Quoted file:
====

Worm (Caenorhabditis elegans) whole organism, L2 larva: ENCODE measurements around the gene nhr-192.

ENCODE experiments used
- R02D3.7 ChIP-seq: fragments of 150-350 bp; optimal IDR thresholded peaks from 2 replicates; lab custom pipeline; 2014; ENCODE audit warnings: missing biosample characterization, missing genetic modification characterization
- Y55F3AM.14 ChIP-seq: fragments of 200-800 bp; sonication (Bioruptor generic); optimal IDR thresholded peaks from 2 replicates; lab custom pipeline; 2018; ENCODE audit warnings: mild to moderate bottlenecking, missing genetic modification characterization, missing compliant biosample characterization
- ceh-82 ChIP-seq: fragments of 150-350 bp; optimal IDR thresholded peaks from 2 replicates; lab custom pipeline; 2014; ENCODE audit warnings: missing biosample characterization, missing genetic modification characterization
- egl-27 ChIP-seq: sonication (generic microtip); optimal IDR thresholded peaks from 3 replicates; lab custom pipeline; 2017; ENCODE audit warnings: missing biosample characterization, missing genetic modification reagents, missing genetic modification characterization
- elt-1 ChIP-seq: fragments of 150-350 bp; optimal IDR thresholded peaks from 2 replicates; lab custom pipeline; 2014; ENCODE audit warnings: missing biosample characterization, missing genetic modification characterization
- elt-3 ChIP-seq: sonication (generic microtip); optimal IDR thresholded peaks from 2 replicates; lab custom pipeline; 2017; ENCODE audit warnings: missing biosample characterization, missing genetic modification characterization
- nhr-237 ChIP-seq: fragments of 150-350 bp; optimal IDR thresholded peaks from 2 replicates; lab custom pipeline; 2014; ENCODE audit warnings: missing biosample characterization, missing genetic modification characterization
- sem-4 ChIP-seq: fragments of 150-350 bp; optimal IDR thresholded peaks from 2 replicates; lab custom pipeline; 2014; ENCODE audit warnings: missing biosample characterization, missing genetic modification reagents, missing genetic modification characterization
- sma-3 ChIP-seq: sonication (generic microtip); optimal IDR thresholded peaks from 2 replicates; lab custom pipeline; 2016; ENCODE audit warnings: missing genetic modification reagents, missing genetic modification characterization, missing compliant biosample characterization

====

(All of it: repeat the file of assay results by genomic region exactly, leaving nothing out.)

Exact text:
Worm (Caenorhabditis elegans) whole organism, L2 larva: ENCODE measurements around the gene nhr-192.

ENCODE experiments used
- R02D3.7 ChIP-seq: fragments of 150-350 bp; optimal IDR thresholded peaks from 2 replicates; lab custom pipeline; 2014; ENCODE audit warnings: missing biosample characterization, missing genetic modification characterization
- Y55F3AM.14 ChIP-seq: fragments of 200-800 bp; sonication (Bioruptor generic); optimal IDR thresholded peaks from 2 replicates; lab custom pipeline; 2018; ENCODE audit warnings: mild to moderate bottlenecking, missing genetic modification characterization, missing compliant biosample characterization
- ceh-82 ChIP-seq: fragments of 150-350 bp; optimal IDR thresholded peaks from 2 replicates; lab custom pipeline; 2014; ENCODE audit warnings: missing biosample characterization, missing genetic modification characterization
- egl-27 ChIP-seq: sonication (generic microtip); optimal IDR thresholded peaks from 3 replicates; lab custom pipeline; 2017; ENCODE audit warnings: missing biosample characterization, missing genetic modification reagents, missing genetic modification characterization
- elt-1 ChIP-seq: fragments of 150-350 bp; optimal IDR thresholded peaks from 2 replicates; lab custom pipeline; 2014; ENCODE audit warnings: missing biosample characterization, missing genetic modification characterization
- elt-3 ChIP-seq: sonication (generic microtip); optimal IDR thresholded peaks from 2 replicates; lab custom pipeline; 2017; ENCODE audit warnings: missing biosample characterization, missing genetic modification characterization
- nhr-237 ChIP-seq: fragments of 150-350 bp; optimal IDR thresholded peaks from 2 replicates; lab custom pipeline; 2014; ENCODE audit warnings: missing biosample characterization, missing genetic modification characterization
- sem-4 ChIP-seq: fragments of 150-350 bp; optimal IDR thresholded peaks from 2 replicates; lab custom pipeline; 2014; ENCODE audit warnings: missing biosample characterization, missing genetic modification reagents, missing genetic modification characterization
- sma-3 ChIP-seq: sonication (generic microtip); optimal IDR thresholded peaks from 2 replicates; lab custom pipeline; 2016; ENCODE audit warnings: missing genetic modification reagents, missing genetic modification characterization, missing compliant biosample characterization